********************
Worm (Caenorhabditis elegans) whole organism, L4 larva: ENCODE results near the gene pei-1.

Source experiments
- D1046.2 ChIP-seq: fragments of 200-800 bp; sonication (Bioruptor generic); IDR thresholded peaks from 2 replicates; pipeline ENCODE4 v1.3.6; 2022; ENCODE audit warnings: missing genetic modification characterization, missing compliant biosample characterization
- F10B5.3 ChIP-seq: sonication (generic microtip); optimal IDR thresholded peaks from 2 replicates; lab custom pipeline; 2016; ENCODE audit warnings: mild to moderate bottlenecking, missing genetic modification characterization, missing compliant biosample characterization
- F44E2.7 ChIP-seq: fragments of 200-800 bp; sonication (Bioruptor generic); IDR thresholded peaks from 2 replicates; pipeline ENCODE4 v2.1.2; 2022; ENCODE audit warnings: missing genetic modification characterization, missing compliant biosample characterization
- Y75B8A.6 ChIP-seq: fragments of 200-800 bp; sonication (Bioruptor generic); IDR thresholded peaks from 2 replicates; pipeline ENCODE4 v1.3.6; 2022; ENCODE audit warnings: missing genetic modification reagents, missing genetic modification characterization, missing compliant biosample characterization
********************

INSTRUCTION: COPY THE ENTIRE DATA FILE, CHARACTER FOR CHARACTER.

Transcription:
Worm (Caenorhabditis elegans) whole organism, L4 larva: ENCODE results near the gene pei-1.

Source experiments
- D1046.2 ChIP-seq: fragments of 200-800 bp; sonication (Bioruptor generic); IDR thresholded peaks from 2 replicates; pipeline ENCODE4 v1.3.6; 2022; ENCODE audit warnings: missing genetic modification characterization, missing compliant biosample characterization
- F10B5.3 ChIP-seq: sonication (generic microtip); optimal IDR thresholded peaks from 2 replicates; lab custom pipeline; 2016; ENCODE audit warnings: mild to moderate bottlenecking, missing genetic modification characterization, missing compliant biosample characterization
- F44E2.7 ChIP-seq: fragments of 200-800 bp; sonication (Bioruptor generic); IDR thresholded peaks from 2 replicates; pipeline ENCODE4 v2.1.2; 2022; ENCODE audit warnings: missing genetic modification characterization, missing compliant biosample characterization
- Y75B8A.6 ChIP-seq: fragments of 200-800 bp; sonication (Bioruptor generic); IDR thresholded peaks from 2 replicates; pipeline ENCODE4 v1.3.6; 2022; ENCODE audit warnings: missing genetic modification reagents, missing genetic modification characterization, missing compliant biosample characterization